2. Diane. Garcia says:

    PLEASE HELP!!! I’m on the crazy train. First of all Thank you!. It’s only because of coming across articles like yours that get me out of the very dark days that come with chronic (real) pain. I’m into nearly 3 years of progressive undiagnosed pain. 1 xray, 3 MRIs, 2 rounds of physical therapy and am progressively getting mentally and physically worse. I have a protruding clavicle, torn rotator cuff,winged scapula and rounded shoulder. I have all the secondary issues, extremely strained scalene, SCM and pect major and minor muscles. My vision, sinus, jaw and teeth shifting have been affected as well as digestive issues. Aside from the numbing and tingling ( pins//needles) I have from my eyes down periodically my newest symptom is heaviness and cold right leg,foot and cold right hand. Here’s where I need your help. I started with orthro who only wanted to treat symptoms. I have been turned down by 3 different orthro and vascular groups and don’t know where or who to go to next. I live in a fairly rural town in Northwest IL. Hoping for a Sunny Side of the street and your help. Thanks again!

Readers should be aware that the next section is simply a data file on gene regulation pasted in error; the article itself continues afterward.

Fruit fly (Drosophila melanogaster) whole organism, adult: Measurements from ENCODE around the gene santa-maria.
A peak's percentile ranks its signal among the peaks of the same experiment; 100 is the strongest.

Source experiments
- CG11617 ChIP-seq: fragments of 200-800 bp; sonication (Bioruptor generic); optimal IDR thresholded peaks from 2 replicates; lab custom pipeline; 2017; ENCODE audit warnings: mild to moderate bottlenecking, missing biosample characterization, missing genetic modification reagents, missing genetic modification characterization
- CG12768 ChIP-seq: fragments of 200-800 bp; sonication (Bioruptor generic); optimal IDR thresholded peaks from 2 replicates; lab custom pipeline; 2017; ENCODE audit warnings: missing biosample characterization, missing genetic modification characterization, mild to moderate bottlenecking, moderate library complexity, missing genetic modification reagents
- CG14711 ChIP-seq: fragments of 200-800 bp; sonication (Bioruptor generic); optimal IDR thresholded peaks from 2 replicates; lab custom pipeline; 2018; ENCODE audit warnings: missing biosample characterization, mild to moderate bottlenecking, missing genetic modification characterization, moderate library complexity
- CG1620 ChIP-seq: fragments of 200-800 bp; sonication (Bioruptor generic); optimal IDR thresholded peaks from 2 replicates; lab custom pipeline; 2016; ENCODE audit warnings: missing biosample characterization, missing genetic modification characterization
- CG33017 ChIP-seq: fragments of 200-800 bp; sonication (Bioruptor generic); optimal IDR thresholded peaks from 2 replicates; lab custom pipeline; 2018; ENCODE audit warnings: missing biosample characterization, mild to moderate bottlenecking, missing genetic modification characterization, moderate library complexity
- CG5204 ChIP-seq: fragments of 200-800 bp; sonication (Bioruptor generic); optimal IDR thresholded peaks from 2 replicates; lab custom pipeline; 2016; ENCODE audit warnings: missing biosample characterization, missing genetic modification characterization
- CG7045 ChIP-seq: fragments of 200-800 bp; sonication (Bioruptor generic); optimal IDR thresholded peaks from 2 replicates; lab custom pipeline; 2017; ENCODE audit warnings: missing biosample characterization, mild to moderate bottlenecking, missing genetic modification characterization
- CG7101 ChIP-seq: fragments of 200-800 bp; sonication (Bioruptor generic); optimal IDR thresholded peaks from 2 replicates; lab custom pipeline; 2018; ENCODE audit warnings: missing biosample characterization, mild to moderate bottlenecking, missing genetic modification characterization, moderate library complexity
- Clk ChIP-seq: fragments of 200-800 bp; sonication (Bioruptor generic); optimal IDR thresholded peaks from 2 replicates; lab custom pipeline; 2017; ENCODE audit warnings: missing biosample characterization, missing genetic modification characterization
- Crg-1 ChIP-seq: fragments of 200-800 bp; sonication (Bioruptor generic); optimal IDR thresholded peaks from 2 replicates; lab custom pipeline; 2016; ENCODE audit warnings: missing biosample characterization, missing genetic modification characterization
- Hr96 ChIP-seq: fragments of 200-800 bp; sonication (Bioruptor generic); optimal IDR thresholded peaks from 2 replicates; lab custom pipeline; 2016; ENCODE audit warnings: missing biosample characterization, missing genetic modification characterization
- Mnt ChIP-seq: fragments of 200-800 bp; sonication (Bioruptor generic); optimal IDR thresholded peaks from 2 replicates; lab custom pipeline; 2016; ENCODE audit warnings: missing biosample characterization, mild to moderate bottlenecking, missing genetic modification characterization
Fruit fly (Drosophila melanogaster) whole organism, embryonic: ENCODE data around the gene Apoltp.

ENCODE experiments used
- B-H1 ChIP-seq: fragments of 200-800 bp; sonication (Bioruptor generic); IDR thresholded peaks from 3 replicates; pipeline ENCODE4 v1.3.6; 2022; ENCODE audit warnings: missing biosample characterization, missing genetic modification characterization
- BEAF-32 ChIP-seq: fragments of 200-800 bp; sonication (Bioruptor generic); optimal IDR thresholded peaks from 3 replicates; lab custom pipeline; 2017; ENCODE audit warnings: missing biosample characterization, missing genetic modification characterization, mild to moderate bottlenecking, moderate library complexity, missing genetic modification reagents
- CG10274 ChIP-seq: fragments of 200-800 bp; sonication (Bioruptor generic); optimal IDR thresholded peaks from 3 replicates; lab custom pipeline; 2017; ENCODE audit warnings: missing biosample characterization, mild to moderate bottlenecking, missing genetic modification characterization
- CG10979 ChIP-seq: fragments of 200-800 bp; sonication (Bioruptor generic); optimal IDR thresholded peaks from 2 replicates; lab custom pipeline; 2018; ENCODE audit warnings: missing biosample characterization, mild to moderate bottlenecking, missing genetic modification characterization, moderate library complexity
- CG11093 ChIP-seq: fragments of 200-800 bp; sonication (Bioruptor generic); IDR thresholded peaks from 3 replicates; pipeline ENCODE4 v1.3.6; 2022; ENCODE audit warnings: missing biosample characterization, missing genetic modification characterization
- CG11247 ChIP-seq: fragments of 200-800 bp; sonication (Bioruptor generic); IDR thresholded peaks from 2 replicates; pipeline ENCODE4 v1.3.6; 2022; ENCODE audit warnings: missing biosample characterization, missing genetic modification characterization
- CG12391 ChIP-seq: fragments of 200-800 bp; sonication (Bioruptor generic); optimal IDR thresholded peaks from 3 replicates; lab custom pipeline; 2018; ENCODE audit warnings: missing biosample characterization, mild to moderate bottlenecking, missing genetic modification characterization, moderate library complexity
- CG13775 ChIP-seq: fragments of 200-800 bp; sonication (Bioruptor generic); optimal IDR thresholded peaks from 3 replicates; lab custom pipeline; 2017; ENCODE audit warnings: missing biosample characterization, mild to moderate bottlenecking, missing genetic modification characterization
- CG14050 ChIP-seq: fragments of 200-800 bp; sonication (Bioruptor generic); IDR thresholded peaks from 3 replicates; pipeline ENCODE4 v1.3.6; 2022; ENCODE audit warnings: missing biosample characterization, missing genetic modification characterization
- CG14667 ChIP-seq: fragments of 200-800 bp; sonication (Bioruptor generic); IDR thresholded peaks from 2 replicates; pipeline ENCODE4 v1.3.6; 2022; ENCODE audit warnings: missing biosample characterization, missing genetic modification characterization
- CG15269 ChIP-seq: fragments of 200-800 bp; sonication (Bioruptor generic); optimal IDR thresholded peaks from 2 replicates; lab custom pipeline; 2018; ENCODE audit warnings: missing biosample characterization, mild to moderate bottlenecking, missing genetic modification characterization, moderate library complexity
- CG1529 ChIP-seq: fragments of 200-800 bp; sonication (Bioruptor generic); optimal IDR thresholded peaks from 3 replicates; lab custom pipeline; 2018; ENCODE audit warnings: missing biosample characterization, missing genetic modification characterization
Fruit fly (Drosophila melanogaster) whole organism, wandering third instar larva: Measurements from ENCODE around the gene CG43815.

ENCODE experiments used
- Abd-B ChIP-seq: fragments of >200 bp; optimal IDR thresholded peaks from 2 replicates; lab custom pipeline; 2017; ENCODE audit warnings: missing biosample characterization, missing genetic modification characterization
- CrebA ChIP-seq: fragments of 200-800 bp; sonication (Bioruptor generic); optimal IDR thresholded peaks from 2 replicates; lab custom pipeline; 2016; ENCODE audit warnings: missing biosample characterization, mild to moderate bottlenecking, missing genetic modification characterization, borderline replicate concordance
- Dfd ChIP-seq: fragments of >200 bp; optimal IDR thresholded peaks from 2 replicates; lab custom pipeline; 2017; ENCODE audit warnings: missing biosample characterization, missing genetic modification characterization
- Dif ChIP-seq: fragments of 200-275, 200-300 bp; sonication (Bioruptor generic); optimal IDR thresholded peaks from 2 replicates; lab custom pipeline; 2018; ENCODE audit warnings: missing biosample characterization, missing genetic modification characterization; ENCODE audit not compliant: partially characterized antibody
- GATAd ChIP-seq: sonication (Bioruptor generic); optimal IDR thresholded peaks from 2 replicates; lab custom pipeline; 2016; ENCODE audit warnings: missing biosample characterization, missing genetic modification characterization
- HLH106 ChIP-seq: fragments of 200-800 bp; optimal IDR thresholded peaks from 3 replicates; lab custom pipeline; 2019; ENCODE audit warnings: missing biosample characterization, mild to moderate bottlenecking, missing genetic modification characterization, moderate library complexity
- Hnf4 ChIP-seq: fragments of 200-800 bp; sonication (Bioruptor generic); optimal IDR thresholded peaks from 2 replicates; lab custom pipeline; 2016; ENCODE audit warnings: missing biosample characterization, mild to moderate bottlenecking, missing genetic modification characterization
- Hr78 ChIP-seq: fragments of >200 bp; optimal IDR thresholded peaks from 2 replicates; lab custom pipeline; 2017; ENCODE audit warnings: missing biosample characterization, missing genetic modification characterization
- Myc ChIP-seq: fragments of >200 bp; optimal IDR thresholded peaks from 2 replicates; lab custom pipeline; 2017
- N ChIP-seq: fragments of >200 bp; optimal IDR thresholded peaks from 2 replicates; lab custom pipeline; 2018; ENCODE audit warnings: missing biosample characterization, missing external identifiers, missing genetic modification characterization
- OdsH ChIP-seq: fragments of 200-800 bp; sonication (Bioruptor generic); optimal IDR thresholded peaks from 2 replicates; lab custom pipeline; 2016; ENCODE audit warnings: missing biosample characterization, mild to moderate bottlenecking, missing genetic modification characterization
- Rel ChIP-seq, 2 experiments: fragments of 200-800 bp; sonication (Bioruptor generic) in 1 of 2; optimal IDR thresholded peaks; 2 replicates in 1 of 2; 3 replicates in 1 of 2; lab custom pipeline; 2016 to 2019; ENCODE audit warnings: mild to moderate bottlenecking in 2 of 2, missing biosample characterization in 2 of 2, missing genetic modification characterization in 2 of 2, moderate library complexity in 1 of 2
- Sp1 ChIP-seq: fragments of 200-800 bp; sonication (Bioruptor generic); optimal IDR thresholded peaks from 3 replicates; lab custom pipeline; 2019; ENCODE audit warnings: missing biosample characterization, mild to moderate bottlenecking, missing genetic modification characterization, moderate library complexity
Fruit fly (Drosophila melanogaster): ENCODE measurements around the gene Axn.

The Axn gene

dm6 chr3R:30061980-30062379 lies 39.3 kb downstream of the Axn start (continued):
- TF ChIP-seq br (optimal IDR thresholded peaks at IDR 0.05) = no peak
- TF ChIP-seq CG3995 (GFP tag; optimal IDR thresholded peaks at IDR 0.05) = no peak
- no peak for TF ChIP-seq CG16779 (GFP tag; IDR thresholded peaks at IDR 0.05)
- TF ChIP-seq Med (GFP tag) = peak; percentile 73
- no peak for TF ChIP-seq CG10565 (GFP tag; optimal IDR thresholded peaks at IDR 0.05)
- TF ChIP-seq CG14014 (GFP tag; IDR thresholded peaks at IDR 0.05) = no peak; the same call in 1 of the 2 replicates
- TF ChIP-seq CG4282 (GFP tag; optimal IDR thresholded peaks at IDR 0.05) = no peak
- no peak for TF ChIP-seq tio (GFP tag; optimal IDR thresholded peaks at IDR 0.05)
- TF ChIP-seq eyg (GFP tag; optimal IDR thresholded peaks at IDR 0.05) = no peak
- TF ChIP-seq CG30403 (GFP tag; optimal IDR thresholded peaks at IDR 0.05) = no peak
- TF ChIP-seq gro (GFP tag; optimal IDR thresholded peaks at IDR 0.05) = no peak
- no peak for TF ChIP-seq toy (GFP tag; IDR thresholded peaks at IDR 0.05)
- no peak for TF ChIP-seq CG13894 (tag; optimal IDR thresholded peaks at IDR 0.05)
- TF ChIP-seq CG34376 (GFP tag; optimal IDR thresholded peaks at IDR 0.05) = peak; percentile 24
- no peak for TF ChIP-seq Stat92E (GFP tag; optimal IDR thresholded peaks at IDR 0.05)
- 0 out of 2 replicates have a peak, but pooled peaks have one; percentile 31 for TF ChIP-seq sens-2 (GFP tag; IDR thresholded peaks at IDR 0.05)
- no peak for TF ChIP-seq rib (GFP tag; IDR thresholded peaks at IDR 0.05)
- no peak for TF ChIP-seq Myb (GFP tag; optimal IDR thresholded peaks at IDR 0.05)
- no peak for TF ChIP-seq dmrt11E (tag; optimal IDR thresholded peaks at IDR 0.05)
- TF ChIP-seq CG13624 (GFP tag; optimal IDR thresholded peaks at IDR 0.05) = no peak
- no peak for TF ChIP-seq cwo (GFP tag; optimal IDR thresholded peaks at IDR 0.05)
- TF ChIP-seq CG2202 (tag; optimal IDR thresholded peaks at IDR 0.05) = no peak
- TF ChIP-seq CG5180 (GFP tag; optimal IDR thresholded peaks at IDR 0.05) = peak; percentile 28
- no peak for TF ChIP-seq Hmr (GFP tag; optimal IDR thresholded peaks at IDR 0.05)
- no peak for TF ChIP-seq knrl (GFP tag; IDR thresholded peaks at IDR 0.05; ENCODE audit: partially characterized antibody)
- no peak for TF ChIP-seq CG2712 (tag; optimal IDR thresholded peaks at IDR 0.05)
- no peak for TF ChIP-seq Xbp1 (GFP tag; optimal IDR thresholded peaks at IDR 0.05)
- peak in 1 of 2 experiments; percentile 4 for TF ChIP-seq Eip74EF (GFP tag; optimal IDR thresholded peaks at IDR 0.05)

• Amy Sarah Marshall says:

      hi Diane, We’re so sorry to hear about all these challenges. It sounds like you’ve been through so much. Unfortunately, we can’t diagnose anything via this blog, and we don’t have provider recommendations for your area. I would definitely hope you can find a provider who will help get to the root of the problem. Wishing you all the best!

  3. Scott Green says: